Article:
Last updated on hub: 22 December 2020

Rapid systematic review: the impact of social isolation and loneliness on the mental health of children and adolescents in the context of COVID-19

Journal of the American Academy of Child and Adolescent Psychiatry

Objective: Disease containment of COVID-19 has necessitated widespread social isolation. This review aimed to establish what is known about how loneliness and disease containment measures impact on the mental health in children and adolescents. Method: This rapid review, searched MEDLINE, PsycInfo, and Web of Science for articles published between January 1, 1946, and March 29, 2020. Of the articles, 20% were double screened using predefined criteria, and 20% of data was double extracted for quality assurance. Results: A total of 83 articles (80 studies) met inclusion criteria. Of these, 63 studies reported on the impact of social isolation and loneliness on the mental health of previously healthy children and adolescents (n = 51,576; mean age 15.3 years). In all, 61 studies were observational, 18 were longitudinal, and 43 were cross-sectional studies assessing self-reported loneliness in healthy children and adolescents. One of these studies was a retrospective investigation after a pandemic. Two studies evaluated interventions. Studies had a high risk of bias, although longitudinal studies were of better methodological quality. Social isolation and loneliness increased the risk of depression, and possibly anxiety at the time at which loneliness was measured and between 0.25 and 9 years later. Duration of loneliness was more strongly correlated with mental health symptoms than intensity of loneliness. Conclusion: Children and adolescents are probably more likely to experience high rates of depression and most likely anxiety during and after enforced isolation ends. This may increase as enforced isolation continues. Clinical services should offer preventive support and early intervention where possible and be prepared for an increase in mental health problems.

Last updated on hub: 07 January 2021

Reaching up, down, in, and around: couple and family coping during the corona virus pandemic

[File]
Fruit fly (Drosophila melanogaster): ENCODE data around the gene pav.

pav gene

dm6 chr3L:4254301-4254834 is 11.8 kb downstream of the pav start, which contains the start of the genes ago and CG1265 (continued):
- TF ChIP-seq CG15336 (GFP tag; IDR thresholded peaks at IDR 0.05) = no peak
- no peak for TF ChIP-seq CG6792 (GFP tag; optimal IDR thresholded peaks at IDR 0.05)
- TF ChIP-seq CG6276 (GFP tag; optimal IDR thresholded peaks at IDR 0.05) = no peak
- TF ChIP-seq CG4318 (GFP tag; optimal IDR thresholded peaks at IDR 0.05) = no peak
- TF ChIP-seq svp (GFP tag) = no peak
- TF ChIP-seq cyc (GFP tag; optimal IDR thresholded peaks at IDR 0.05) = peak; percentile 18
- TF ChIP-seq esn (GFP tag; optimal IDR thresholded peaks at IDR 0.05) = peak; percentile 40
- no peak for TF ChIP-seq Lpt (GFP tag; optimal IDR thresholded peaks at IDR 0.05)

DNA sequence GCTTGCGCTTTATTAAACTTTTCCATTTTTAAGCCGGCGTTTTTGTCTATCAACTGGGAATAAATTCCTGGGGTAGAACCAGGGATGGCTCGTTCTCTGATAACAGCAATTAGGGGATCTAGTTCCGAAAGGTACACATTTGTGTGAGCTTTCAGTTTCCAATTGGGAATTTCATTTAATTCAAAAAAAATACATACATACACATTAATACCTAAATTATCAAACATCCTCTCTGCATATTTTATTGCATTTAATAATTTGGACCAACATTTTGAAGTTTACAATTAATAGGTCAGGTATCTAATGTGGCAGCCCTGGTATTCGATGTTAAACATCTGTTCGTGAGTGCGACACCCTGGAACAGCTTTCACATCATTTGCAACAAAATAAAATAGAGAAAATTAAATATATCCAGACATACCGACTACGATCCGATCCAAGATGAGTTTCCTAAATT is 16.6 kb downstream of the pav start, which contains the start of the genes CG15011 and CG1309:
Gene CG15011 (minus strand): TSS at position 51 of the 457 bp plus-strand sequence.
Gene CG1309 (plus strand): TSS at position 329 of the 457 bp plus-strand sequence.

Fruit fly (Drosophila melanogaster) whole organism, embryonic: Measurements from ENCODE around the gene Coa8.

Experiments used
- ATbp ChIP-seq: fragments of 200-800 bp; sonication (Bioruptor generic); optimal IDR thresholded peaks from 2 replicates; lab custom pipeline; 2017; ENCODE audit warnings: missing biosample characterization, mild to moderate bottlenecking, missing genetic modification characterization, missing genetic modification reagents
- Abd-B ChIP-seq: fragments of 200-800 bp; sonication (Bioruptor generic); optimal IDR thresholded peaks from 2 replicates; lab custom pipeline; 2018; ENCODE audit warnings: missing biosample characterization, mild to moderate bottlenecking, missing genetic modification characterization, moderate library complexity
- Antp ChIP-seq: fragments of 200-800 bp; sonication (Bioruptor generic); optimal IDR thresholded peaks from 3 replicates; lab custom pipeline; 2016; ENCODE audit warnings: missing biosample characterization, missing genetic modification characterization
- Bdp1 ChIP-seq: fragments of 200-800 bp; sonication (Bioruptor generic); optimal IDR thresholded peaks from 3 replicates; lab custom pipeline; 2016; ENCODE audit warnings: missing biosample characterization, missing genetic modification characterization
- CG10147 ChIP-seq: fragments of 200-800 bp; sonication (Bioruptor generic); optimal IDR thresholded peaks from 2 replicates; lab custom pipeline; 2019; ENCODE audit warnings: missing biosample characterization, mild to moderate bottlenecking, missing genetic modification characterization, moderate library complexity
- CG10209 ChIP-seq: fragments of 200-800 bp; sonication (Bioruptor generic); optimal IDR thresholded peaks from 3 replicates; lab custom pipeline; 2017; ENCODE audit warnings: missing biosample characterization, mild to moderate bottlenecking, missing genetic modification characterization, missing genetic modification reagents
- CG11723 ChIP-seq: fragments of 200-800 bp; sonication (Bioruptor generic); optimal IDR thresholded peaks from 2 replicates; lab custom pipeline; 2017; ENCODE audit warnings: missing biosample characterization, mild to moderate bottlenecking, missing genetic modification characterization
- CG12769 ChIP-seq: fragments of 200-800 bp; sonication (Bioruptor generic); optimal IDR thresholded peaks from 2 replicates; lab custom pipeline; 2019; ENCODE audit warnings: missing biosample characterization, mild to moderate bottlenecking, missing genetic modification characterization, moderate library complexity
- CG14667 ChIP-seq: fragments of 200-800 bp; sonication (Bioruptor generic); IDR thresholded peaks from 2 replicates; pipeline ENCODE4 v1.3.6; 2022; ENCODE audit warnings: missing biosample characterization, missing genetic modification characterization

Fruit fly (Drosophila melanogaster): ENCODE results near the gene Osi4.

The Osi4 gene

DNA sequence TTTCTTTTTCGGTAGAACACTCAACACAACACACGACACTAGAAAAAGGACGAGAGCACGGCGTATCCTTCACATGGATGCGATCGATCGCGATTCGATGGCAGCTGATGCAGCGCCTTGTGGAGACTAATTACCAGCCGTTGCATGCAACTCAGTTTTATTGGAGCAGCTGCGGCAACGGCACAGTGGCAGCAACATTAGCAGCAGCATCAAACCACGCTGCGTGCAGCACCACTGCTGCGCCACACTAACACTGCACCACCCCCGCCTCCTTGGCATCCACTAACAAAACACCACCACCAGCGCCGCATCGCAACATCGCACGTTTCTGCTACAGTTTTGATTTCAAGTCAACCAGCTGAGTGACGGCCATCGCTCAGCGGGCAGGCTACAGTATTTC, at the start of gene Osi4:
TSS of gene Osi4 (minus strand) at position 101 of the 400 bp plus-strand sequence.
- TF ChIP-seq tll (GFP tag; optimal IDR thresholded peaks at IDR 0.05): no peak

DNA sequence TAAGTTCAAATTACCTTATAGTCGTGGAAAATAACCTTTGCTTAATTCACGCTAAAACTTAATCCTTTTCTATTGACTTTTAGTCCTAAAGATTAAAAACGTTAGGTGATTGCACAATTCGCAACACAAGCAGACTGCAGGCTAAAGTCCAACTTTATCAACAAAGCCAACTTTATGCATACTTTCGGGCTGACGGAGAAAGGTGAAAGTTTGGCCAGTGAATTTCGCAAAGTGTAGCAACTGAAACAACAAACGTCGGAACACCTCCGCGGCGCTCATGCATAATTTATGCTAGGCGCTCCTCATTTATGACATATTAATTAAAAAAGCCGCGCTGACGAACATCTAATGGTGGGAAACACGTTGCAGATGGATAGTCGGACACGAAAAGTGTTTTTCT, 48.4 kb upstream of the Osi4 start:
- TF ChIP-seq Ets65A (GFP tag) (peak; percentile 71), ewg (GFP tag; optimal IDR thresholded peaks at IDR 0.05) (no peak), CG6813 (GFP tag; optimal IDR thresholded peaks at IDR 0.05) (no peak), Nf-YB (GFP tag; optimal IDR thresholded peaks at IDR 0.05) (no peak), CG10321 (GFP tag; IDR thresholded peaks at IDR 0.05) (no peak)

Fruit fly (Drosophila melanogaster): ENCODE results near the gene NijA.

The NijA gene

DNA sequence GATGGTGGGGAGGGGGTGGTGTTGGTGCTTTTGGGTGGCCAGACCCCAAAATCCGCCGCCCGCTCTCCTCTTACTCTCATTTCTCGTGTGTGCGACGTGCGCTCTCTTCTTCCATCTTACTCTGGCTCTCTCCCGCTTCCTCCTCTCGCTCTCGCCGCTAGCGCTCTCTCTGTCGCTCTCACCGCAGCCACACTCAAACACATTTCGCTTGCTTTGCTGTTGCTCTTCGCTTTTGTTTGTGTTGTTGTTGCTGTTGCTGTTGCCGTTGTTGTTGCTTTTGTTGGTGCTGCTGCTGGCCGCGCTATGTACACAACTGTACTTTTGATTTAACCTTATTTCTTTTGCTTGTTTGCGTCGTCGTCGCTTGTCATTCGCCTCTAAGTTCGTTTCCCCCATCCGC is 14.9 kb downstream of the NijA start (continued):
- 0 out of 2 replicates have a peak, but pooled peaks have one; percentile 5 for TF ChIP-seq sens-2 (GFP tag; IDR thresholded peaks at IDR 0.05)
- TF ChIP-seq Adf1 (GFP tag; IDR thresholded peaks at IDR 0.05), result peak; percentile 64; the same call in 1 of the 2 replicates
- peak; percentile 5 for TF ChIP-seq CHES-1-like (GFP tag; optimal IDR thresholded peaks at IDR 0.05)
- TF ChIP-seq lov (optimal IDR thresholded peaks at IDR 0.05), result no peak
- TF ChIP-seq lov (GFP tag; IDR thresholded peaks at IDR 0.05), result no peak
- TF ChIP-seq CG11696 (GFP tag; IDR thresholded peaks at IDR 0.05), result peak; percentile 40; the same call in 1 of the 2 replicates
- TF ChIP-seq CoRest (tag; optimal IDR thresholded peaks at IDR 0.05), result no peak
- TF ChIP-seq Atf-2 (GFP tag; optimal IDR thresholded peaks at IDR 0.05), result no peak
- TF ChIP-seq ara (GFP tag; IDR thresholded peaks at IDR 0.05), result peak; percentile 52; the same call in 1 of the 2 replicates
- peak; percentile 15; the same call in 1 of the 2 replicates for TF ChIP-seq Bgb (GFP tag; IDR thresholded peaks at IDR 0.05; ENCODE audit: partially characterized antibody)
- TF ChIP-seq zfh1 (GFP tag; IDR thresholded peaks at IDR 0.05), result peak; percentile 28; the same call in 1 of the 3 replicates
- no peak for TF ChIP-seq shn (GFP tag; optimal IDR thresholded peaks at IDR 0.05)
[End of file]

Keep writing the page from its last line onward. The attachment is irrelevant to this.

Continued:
Family Process

The worldwide corona virus (COVID‐19) has had profound effects on all aspects of life: physical health, the ability to travel locally or to more distant destinations, material and financial resources, and psychosocial wellbeing. Couples, families, and communities and individual persons in those relationships have struggled to cope with emerging depression, anxiety, and trauma, and the rise of relational conflict. This article, suggests that the existential nature of the pandemic’s challenges require more than just the usual psychosocial interventions. This paper proposes a taxonomy of responses to foster coping and resilience – “Reaching Up, Down, In, and Around”. “Reaching Up” includes accessing spiritual, religious, and ethical values. “Reaching Down” includes ideas and practices that foster a revised relationship with the Earth and its resources, and that engage families to participate in activities that aid the Earth’s recovery from decades of human‐caused damage. “Reaching In” represents a turn towards experiences available in the mind and in shared minds in relationships that provide pleasure, excitement, joy, and peace, given that external sources of these emotions are of limited availability due to quarantine. “Reaching Around” involves reframing the mandate for “social distancing” as fostering social connection and support while maintaining physical distancing. The challenges for family therapists, whose practices are confined largely to online therapy, and who are struggling with the same fears and constraints as those persons they are attempting to help, are also discussed.

Last updated on hub: 17 September 2020

React, respond, renew: responding to the workforce challenges of the COVID-19 pandemic and looking to the future

Local Government Association

This paper provides a summary of how COVID-19 initially affected local government from a workforce perspective, including the social care sector. It argues that there is a critical need to ensure a meaningful ’parity of esteem’ between the 1.5 million social care workforce and their counterparts in the NHS. The report sets the scene for the workforce having to respond, within an extremely short timescale, to a completely new way of working. It provides a narrative to the shared experience of working through the pandemic in 2020. The report flags the challenges and considerations for returning to a physical workplace; outlines the psychological impact of COVID-19; captures the issues councils might want to explore in considering renewal and provide links for various tips and guides; touches on recruitment and retention challenges, how COVID-19 might change what we mean by 'leadership', and sets out how equality, diversity and inclusion will run throughout these issues; and captures the issues and questions that councils might be asking themselves or might want to ask themselves, following this challenging period of time.

Last updated on hub: 24 September 2020

Readying the NHS and adult social care in England for COVID-19

National Audit Office